In the 1990s, Japanese sports cars dominated the automotive industry. You name it, every Japanese automaker had their own affordable sports cars that boasted a fun to drive index with four or five seats and relative affordability. Mazda had the RX7, Nissan had the 300ZX and the 200SX, Honda had the Prelude and the NSX, Toyota had the Celica, MR2, and Supra, Mitsubishi had the 300GT, and so on. But sadly, all of the aforementioned were put to pasture due to growing demand for more mainstream vehicles. Before the Scion FRS, the cheapest sports car with a rear wheel drive layout and four/five seats with an emphasis on handling was usually more than 25,000 dollars (besides the Mustang or Camaro). Automotive purists have been demanding for a back to basics car, a car that is all about driving enjoyment for not a lot of money. This is where Toyota and Subaru came in. Toyota wanted to return back to building fun cars like it did with the Supra, Celica, and the MR2, and it wanted to up its credibility with a new affordable sports car. Subaru and Toyota teamed up in 2007; Subaru would focus on the engine and the chassis development while Toyota did the styling and marketing, and both would get their own version. They looked at the Toyota AE86 (1983-1987 rear wheel drive Corolla hatchback and coupe), 1967 Toyota 2000GT and 1965 Toyota Sports 800 (both rear wheel drive sports cars) for inspiration during development. After a long five years of teasing us car fanatics with countless concepts, the production GT86 and its twin, the Subaru BRZ finally came to market in 2012. It was sold in other countries as a Toyota, but due to Toyota’s “youth oriented” division, Scion which was struggling in North America, the Toyota GT86 was branded a Scion FRS (Front Engine, Rear Wheel Drive, Sport) as an attempt to make Scion relevant again.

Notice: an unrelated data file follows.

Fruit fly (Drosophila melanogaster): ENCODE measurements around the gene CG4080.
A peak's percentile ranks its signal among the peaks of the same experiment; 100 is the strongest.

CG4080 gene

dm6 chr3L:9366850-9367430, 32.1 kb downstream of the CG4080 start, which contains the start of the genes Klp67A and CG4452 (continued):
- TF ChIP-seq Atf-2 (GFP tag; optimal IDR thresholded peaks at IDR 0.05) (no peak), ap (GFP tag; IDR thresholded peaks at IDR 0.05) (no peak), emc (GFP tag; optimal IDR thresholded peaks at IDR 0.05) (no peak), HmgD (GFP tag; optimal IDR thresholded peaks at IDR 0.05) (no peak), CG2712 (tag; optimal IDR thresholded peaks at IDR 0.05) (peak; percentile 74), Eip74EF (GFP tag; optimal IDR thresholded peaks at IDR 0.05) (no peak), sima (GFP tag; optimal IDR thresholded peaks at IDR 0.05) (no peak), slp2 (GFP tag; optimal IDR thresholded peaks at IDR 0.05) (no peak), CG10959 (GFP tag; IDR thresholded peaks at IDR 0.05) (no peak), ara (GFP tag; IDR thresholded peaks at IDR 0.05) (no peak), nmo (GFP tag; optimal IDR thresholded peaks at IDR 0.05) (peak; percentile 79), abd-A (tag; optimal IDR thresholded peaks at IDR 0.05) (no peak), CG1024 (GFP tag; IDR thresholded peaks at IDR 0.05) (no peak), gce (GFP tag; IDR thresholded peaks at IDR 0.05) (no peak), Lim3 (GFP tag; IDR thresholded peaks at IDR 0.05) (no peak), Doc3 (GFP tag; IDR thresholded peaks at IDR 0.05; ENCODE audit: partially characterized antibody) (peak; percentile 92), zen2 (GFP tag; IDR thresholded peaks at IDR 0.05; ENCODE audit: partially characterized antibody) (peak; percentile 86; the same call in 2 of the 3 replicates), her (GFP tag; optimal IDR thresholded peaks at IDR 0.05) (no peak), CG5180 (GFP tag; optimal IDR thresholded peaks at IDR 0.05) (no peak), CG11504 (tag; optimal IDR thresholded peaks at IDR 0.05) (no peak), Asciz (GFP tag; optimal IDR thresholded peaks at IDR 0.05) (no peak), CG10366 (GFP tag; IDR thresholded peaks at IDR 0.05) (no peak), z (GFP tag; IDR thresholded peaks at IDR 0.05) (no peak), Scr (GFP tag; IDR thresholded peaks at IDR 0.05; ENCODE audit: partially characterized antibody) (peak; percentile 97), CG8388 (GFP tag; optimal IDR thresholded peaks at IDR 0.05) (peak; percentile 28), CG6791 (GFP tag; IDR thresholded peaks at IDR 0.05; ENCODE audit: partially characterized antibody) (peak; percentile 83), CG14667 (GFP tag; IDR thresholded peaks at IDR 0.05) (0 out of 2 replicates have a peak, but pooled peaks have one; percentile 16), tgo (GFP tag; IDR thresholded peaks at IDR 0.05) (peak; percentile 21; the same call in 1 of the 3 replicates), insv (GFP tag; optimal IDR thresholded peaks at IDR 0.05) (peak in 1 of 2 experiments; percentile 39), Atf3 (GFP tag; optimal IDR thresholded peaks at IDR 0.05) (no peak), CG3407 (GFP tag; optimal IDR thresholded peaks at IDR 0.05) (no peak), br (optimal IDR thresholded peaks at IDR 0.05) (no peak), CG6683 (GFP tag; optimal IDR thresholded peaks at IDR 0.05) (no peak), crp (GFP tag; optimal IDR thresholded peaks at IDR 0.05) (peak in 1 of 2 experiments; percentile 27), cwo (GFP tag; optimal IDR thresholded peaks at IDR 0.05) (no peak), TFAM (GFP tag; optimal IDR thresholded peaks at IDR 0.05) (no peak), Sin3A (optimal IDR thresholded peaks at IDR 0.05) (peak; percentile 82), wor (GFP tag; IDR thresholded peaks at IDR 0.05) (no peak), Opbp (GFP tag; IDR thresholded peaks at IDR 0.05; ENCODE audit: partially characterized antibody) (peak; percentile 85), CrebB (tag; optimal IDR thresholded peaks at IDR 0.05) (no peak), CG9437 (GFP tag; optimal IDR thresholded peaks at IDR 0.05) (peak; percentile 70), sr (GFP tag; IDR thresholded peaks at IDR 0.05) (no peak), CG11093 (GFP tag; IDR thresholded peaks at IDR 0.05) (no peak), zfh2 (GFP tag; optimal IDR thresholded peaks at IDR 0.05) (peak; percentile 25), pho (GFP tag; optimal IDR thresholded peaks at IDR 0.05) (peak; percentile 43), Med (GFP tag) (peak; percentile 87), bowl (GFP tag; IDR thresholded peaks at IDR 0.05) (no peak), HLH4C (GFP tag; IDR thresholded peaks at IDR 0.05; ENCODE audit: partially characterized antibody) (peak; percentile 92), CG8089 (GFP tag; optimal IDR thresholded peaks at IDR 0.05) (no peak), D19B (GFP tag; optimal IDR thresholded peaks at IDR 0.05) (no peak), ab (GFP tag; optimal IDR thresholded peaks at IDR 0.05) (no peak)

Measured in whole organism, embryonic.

For the FRS’s design, Toyota’s objective was to create an “authentic rear wheel drive sports car with compelling style.” The long and sleek hood and sharp headlights hint at this car’s handling pretensions. The only thing I do not like about the front is the fog light housings. The blunt shape disrupts the surface of the lower bumper. The side profile is full of details that hark back to the 1967 Toyota 2000GT such as the kink of the window line and the front and rear fender haunches. The “86 Boxer” badge placed on the front fenders depicts pistons in a boxer configuration, a nice touch. The rear looks purposeful with a detailed diffuser (black part of the bumper) and the dual exhausts complete the look. If I had to complain, the taillights are too generic for a car of this type. The interior is strictly function over form. The steering wheel is a nice shape, and controls layout look uncluttered with lots of red stitching throughout.